5. James Protzman

    April 8, 2013 at 4:14 pm

    Obamacare has nothing to do with your medical expenses going up. That’s the free market doing its thing, pure and simple, and has been for many years.

    Regarding the US sucking in terms of quality of care, that’s not a matter of propaganda from leftists. That’s a matter of fact. You’re paying more and getting less in health care than any citizen in any other civilized country in the world.

  6. Alex

    April 8, 2013 at 8:32 pm

    The article you cite James is old news way back in 2011 when Obamacare was not even operating. There are plenty of articles out right now lamenting about the huge increase in private insurance premiums some as high as 33%, all due to Obamacare . Other articles point out the corresponding loss of jobs in small companies.No amount of lipstick can cover this pig up !

  7. jimmy

    April 9, 2013 at 5:50 am

    How is the state coming out on the Spirit Aero deal? As I recall the Golden Leaf Foundation started the ball rolling by writing one check for $100,000,000 to lure Spirit to the Global Transpark. I believe the other incentives would make the total incentive package around $240,000,000 if Spirit reached a 1,000 jobs.

    How we doing on that one? It must not be too good because you never hear anything about the Global Transpark. Never has been much transparency on that count.

  8. Rip Woodin

    April 9, 2013 at 10:22 am

    I urge skeptics to visit the Carolinas Gateway Partnership in Rocky Mount that is a unique public-private partnership serving Nash and Edgecombe Counties. Multiple municipalities and private business fund this non-profit that has done an incredible job for our region. It all depends on the people running the organization. See

  9. Allan Freyer

    April 9, 2013 at 10:29 am

    Rip, thanks for the comment! You are absolutely right that many counties (and municipalities) use these kinds of nonprofit partnerships for their economic development activities–and that many of them are effective. I’d love to learn more about Carolinas Gateway.

    The research shows, though, that privatizing *state-level* economic development in this way is much, much more problematic from a cost-effectiveness and accountability standpoint.

  10. Mark

    April 9, 2013 at 10:30 am

    Obviously the progressives are concerned now that there will be a need to show benefits for economic development and their slush fund will dry up when (if) they get back into office.

  11. Doug

    April 9, 2013 at 10:45 am

    Here is just one article (actaully recent unlike your old news) on the increase due to Obamacare. Not to mention all the taxes in the law. Don’t forget this year you are limited in the amount you contribute to an FSA….one more tax increase that ordinary people in NC have to bear.

  12. gregflynn

    April 9, 2013 at 12:18 pm

    Article? An op-ed written by the CEO of a right-wing think tank whose latest book is called “The Top Ten Ways to Dismantle and Replace Obamacare”.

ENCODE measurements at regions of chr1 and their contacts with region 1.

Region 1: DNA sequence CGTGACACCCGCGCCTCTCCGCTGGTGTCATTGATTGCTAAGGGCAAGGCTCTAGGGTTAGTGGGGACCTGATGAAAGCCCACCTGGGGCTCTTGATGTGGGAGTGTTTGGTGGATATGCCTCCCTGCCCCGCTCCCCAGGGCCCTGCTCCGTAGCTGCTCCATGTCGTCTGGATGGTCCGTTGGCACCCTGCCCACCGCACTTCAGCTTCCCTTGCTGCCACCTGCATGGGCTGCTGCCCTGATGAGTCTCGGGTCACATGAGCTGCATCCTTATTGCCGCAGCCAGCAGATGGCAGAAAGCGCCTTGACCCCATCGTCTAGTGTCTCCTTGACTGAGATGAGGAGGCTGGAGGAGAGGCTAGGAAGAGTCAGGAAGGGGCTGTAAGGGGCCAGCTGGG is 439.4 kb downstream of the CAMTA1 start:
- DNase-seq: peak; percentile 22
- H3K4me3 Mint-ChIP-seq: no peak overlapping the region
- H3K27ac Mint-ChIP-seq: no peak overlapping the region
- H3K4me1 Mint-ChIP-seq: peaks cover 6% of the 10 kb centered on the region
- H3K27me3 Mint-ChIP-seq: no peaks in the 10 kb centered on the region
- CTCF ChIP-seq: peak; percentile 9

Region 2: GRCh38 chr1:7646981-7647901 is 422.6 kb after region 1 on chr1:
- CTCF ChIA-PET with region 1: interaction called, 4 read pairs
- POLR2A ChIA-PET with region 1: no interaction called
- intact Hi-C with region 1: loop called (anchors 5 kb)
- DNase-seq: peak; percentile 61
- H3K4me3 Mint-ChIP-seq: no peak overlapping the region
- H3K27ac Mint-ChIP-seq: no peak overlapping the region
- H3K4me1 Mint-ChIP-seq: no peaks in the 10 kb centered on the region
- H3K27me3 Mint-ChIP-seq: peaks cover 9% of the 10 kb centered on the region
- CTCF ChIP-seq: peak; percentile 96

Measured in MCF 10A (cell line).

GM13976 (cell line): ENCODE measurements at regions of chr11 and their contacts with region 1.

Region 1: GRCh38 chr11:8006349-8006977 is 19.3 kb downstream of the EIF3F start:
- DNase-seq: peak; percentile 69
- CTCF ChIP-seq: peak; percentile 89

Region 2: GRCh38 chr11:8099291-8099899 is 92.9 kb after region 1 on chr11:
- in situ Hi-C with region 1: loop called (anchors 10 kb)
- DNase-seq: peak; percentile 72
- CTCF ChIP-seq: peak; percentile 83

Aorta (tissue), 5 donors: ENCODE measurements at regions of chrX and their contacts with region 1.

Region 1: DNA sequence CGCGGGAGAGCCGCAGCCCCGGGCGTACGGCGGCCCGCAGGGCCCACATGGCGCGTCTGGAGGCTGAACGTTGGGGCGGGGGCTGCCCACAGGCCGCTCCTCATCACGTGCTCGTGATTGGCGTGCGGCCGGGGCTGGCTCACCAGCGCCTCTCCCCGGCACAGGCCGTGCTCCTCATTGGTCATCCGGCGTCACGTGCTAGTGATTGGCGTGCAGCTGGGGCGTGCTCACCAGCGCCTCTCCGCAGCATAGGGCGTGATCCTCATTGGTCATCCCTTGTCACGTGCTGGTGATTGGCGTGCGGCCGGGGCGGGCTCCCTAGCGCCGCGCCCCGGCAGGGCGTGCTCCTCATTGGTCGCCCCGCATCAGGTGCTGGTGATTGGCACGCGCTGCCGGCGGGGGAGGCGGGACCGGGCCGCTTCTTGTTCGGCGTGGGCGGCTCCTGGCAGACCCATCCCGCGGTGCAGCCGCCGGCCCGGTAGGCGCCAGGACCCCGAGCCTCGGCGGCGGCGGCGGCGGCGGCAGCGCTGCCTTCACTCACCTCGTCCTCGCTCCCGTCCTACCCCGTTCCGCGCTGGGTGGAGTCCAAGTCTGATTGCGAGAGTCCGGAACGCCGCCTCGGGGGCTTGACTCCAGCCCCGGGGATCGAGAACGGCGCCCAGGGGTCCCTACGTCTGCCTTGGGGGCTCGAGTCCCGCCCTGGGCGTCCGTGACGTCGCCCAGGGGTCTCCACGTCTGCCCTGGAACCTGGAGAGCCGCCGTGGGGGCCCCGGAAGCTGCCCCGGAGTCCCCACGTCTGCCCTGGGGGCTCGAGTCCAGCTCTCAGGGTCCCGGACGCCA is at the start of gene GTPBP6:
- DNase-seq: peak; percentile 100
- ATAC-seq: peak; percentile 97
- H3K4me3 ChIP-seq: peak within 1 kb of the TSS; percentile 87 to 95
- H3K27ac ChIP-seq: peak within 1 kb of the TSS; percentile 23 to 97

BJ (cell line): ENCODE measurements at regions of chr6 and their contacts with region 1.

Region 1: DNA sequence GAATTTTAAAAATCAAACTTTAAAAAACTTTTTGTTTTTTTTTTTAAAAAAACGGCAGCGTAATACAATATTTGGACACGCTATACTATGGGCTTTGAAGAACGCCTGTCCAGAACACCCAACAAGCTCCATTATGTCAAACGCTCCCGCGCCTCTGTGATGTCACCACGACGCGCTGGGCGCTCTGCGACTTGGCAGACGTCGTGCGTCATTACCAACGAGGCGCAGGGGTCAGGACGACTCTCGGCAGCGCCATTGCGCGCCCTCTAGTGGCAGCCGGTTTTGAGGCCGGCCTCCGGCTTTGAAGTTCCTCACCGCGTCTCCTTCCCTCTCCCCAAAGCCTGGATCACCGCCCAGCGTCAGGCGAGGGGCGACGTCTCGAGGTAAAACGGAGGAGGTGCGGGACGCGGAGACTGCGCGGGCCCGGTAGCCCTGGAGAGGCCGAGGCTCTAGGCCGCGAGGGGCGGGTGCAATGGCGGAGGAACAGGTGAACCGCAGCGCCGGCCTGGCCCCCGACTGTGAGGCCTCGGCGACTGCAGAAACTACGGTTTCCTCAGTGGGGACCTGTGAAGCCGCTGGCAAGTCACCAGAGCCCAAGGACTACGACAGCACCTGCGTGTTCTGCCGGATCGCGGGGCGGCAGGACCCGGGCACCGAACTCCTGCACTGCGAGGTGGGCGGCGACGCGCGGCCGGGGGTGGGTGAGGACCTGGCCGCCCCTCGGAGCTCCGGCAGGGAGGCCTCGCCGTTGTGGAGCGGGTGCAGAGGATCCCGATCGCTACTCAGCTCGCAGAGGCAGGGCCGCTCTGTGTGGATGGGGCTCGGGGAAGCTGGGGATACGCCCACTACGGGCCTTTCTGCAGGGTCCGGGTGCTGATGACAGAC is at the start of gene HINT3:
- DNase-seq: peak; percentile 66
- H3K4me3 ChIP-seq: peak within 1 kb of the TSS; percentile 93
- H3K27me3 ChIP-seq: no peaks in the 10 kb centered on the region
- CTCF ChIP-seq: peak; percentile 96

Referencing the IRS cap on employee contributions to Flexible Spending Accounts (FSAs) is an obscure way to claim a tax increase. Employers can still set the cap below $2500, and there is no cap on employer contributions to these use-it-or-lose-it accounts. The average employee contribution has been around $1500 anyway. Most “ordinary people in NC” will not be affected. The few creative enough to plan more that $2500 in unreimbursed medical expenses a year ahead will find other tax vehicles or payment structures.

  13. John Carter

    April 9, 2013 at 4:17 pm

    Just wait. You haven’t seen anything yet. This scheme that Gov. Multi-National Corporation has started only helps huge corporations at the expense of NC taxpayers. Privatization for the sake of privatization is all what
    Gov. Multi-National Corporation is about. It really doesn’t matter that it has not worked in the past, just privatize. Both parties are so concerned about Wall Street instead of Main Street that you get decisions like this. As I said before Gov. Multi-National Corporation has just started.

  14. Doug

    April 9, 2013 at 10:10 pm

    I am an ordinary person in NC, I contributed more than $2500 and used it al l….plus some due to the exponential increases in health costs. I am now taxed on the amount that is over $2500. I have no other “vehicles” as you reference in order to reimburse me for the expenses on my family of four that will incedenly use the current amount by say August if we are very healthy. If you do know one of these vehicles, let me know on that too so I can start driving one. It will save me having to pay an additional $250 or so

    Also if you can let me know of these employers that contribute in addition to the employee I might just apply since their other benefits will probably be as rich (then come under other Obamacare taxes though). I currently work for a company with one of the better benefits packages in the state, we dont contribute employer money so I am very interested in who does this.